June 2009 Archives

Fringe Fiction

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When I first started reading fan fiction many years ago (invariably lesbian fan fiction), I mostly found stories at websites dedicated to a single TV series, either Xena: Warrior Princess or Star Trek: Voyager. Only a few sites I went to hosted fan fiction for multiple TV series; back then a group fanfic site might cover half a dozen TV series at most.

About a year ago I discovered FanFiction.net, an aggregator site for fan fiction sourced from TV, film, literature, comics, plays and anything else the community takes an interest in. I can lose hours browsing FanFiction.net. The site has many helpful filters, such as story language, length, genre and content ratings, to assist readers in finding the type of fan fiction she or he prefers.

I'm fascinated by many of the highly specialized fan fiction groups. For example, I was intrigued to discover a quantity of stories revolving around the Bert/Mary Poppins relationship in the movie Mary Poppins. It had never occurred to me that there was more to say on the subject. However, a glance at FanFiction.net shows that a number of dedicated movie watchers feel otherwise.

Over the years I've read volumes upon volumes upon tomes of fan fiction based on Xena and Voyager. Much of it is long, around the length of a short novel. The best of this longer fan fiction succeeds in creating a world or a universe in depth. Some examples of this type of writing from Xena uber fan fiction include In the Blood of the Greeks written by my friend MaryD, or Tiopa Ki Lakota, by D. Jordan Redhawk.

Nowadays, fan fiction writers and readers seem to prefer a very short fiction format. Perhaps it's not surprising since many forms of communication and creative work seem to be getting shorter. Today, fanfic writers jot down a few paragraphs and call it a story. There's more breadth in fan fiction today because writers can dash off a quick story based on one set of characters, then move on to the next fictional world that interests them.

Patty on the couch with her dog and Ellen

Despite the breadth of material at FanFiction.net, it's still possible to find original material that has been overlooked by fan fiction writers. For example, earlier this year I went looking for Damages fan fiction and came up empty-handed. I was shocked, not only because Damages has such a dedicated audience, but because the love/hate relationship between Patty Hewes (Glenn Close) and Ellen Parsons (Rose Byrne) seems so ripe for slash fiction.

After many failed searches, I eventually found an example of Patty/Ellen femslash ("I've got Patty right where I want her"), but on a livejournal site, rather than at FanFiction.net. My time spent searching at FanFiction.net was not wasted, however. While I was browsing the "D" series at FanFiction.net, I happened to look over at the "F"s and discovered Fringe femslash.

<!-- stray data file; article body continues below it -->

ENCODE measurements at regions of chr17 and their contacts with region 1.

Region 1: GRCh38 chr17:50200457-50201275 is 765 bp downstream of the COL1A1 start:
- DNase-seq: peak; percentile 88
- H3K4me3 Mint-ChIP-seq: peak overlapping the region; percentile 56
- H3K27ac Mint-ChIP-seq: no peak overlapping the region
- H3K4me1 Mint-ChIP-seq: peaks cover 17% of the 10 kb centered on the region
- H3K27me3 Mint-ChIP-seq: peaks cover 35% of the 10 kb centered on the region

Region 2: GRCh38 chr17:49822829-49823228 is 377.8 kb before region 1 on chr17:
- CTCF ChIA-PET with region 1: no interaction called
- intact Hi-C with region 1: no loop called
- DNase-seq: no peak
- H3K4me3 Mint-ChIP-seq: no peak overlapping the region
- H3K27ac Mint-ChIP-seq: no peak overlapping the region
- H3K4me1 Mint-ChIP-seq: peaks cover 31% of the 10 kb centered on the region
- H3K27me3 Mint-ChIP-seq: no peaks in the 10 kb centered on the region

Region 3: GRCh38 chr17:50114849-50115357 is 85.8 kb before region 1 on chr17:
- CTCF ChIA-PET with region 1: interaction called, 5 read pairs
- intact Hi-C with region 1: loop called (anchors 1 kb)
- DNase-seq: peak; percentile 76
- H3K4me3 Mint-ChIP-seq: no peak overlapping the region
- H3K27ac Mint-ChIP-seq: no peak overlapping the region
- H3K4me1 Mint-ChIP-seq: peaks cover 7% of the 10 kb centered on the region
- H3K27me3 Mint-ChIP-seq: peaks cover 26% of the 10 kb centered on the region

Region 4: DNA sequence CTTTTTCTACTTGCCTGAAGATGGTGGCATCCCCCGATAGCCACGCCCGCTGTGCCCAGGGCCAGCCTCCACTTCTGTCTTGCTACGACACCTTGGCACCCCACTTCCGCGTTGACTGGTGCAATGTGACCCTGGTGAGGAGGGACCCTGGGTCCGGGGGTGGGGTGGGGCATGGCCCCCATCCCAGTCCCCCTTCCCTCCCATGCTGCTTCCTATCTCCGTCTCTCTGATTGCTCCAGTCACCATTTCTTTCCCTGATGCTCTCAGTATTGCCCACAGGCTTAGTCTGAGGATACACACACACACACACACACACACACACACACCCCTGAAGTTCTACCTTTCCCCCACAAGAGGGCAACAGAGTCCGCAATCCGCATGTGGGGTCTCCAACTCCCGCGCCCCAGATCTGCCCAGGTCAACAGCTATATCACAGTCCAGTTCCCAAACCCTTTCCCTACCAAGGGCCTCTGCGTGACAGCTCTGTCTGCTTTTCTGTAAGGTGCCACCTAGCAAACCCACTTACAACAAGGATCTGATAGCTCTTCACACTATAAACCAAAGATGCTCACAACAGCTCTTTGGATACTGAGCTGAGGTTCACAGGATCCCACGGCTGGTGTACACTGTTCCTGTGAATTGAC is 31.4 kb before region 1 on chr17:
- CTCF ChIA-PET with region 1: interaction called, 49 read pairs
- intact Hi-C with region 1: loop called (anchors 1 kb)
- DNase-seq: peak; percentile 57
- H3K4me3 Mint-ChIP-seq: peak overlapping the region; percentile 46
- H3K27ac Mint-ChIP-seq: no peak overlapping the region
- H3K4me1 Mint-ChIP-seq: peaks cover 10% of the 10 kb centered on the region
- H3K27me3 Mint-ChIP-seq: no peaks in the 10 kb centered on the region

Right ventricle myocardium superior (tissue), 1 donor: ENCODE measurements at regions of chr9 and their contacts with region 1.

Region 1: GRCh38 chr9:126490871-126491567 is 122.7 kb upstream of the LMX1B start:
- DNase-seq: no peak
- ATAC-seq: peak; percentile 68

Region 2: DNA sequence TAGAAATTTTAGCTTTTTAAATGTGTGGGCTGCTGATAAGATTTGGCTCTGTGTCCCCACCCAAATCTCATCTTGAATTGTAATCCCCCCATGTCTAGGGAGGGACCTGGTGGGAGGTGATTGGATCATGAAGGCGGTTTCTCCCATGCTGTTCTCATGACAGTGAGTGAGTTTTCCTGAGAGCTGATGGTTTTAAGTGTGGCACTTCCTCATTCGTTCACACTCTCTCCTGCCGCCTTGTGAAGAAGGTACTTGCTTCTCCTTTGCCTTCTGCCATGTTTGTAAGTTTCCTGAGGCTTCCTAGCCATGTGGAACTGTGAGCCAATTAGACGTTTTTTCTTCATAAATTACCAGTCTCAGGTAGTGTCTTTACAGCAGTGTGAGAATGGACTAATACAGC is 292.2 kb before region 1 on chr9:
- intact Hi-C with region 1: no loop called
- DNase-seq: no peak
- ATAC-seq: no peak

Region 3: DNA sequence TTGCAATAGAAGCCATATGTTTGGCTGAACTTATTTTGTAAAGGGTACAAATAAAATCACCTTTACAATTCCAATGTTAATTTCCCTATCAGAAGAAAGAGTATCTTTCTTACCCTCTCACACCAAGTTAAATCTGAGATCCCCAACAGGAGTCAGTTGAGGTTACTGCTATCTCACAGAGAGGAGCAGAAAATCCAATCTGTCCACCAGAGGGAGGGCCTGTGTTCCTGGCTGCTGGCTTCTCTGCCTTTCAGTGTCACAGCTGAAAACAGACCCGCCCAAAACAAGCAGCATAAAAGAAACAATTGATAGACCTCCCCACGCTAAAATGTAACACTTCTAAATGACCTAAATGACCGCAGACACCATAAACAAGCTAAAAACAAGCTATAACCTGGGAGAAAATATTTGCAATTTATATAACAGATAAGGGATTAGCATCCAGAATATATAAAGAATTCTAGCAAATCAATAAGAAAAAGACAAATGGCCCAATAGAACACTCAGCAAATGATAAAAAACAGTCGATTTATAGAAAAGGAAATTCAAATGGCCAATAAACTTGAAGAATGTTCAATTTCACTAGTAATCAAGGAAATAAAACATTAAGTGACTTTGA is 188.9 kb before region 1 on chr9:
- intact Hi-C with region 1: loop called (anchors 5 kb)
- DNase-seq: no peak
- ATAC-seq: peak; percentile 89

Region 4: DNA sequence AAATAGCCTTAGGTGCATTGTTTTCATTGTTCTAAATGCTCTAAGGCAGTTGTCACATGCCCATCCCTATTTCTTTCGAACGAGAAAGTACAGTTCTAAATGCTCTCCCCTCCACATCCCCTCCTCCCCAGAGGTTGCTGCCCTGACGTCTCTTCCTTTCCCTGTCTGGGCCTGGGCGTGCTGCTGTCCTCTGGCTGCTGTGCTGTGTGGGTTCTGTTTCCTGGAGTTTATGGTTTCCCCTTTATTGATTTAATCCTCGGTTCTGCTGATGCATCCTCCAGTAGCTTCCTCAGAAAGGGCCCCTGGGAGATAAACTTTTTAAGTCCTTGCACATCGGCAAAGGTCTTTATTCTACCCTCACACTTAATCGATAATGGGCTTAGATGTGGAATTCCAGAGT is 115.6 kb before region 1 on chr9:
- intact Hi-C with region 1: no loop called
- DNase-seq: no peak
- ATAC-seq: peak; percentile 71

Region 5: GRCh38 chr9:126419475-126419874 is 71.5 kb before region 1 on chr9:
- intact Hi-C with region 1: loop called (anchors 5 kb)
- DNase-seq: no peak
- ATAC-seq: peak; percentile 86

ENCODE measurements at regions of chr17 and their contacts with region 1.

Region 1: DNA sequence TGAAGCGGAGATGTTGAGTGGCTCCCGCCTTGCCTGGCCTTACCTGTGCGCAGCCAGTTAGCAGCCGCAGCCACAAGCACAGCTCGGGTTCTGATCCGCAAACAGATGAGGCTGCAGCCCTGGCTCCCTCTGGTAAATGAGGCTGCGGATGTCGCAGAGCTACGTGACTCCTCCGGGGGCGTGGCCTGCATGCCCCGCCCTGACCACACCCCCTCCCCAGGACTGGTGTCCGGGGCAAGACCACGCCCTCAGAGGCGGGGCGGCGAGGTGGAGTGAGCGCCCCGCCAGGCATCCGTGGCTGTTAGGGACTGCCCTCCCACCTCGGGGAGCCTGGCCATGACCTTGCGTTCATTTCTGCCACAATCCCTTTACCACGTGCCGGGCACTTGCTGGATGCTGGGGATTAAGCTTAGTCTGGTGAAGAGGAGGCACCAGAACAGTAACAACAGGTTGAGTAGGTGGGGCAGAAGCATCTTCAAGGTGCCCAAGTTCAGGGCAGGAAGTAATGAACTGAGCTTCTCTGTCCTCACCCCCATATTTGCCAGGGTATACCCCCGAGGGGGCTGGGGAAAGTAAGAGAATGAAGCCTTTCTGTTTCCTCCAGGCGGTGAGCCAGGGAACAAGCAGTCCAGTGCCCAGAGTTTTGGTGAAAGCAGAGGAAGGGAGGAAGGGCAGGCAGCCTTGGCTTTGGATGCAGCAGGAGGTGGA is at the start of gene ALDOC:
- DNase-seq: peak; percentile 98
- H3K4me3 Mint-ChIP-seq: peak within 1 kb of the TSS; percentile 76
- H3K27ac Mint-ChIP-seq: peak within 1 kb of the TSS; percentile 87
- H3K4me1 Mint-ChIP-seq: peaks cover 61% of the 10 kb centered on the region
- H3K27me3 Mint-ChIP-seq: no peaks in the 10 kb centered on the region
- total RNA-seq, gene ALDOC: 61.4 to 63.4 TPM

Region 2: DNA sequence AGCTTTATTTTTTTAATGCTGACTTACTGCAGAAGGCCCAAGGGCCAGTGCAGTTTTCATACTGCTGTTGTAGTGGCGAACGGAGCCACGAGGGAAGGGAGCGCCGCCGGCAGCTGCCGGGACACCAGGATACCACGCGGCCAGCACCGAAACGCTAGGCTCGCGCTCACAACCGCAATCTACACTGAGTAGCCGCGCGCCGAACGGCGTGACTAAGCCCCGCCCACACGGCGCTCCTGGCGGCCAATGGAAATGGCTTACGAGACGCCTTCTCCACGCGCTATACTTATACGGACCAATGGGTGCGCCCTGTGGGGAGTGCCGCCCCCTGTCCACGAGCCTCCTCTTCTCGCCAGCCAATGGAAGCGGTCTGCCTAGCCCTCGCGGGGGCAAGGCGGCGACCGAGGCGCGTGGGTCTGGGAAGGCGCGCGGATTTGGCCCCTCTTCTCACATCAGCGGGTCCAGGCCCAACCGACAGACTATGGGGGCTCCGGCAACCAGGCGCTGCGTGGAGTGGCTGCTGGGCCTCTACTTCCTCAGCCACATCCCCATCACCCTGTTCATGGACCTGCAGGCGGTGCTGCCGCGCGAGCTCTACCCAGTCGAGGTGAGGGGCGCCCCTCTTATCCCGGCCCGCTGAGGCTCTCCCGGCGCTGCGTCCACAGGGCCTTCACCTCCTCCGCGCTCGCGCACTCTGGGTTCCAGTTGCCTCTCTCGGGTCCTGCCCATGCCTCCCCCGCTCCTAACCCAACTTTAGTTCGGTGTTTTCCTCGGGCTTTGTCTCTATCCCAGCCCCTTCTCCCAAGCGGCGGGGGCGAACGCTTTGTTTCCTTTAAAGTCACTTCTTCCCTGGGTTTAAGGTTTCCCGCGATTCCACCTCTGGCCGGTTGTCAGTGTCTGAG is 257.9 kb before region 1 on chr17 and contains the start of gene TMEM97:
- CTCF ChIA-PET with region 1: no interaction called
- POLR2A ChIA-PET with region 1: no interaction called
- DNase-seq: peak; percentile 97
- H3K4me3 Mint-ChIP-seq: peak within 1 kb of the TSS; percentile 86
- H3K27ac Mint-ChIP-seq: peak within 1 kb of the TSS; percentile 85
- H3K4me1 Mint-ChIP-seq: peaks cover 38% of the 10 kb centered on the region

Olivia confronts Nina

Fringe is my favorite new show of last season, and I'm so happy it's going to have a season two. There are many things I love about it, like the fact that it runs with almost no ads; the character Walter Bishop, the LSD-loving mad scientist; out actor Jasika Nicole, who plays Astrid; and the fact that the most evil place in the universe, Walter's lab, is located at Harvard.

But of all the fringey things there are to gush over, the most wonderful is Anna Torv, who plays the show's lead character, Olivia Dunham. In the last year, Olivia and Torv have become very popular with the sapphic set. There's a certain brutality to Olivia's outlook that I think makes her appealing to dykes. She's a no-nonsense kind of gal, and we like that.

As the show has progressed, Olivia's toughness has been played up through a decidedly unfrilly wardrobe and increasingly intense action and fight scenes. There was also an episode where, through various plot contrivances, Olivia piggybacks onto a man's consciousness and in that state sleeps with a woman.

Olivia had a male romantic interest early in the show, but he was quickly dispensed with. Although Peter Bishop is the most obvious heterosexual object for Olivia, the show has kept her unattached. Instead, Olivia lives with her sister and her niece. However, if you watch the scenes between this little family carefully, you'll notice they play very well as scenes of same-sex domestic life. I know that sounds gross, but there's nothing sexual going on between the two sisters--it's just an undercurrent that makes Olivia's home life seem a bit more "alternative."

The fan fiction I came across at FanFiction.net explores Olivia's relationship with Nina Sharp (played by Blair Brown), an older woman working as Senior Vice President of Research and Development at the mysterious Massive Dynamic corporation. Like Patty Hewes on Damages, it's never entirely clear whether Nina Sharp is friend or foe. It's that tension between Nina and Olivia that serves up great material for fan fiction. That, and Nina's robotic hand.

"Fascination", written by Fembuck, examines Olivia's ambivalent feelings towards Nina and the corporation she governs. Olivia's anxieties are expressed through her response to Nina's prosthetic hand, which has been engineered by Massive Dynamic.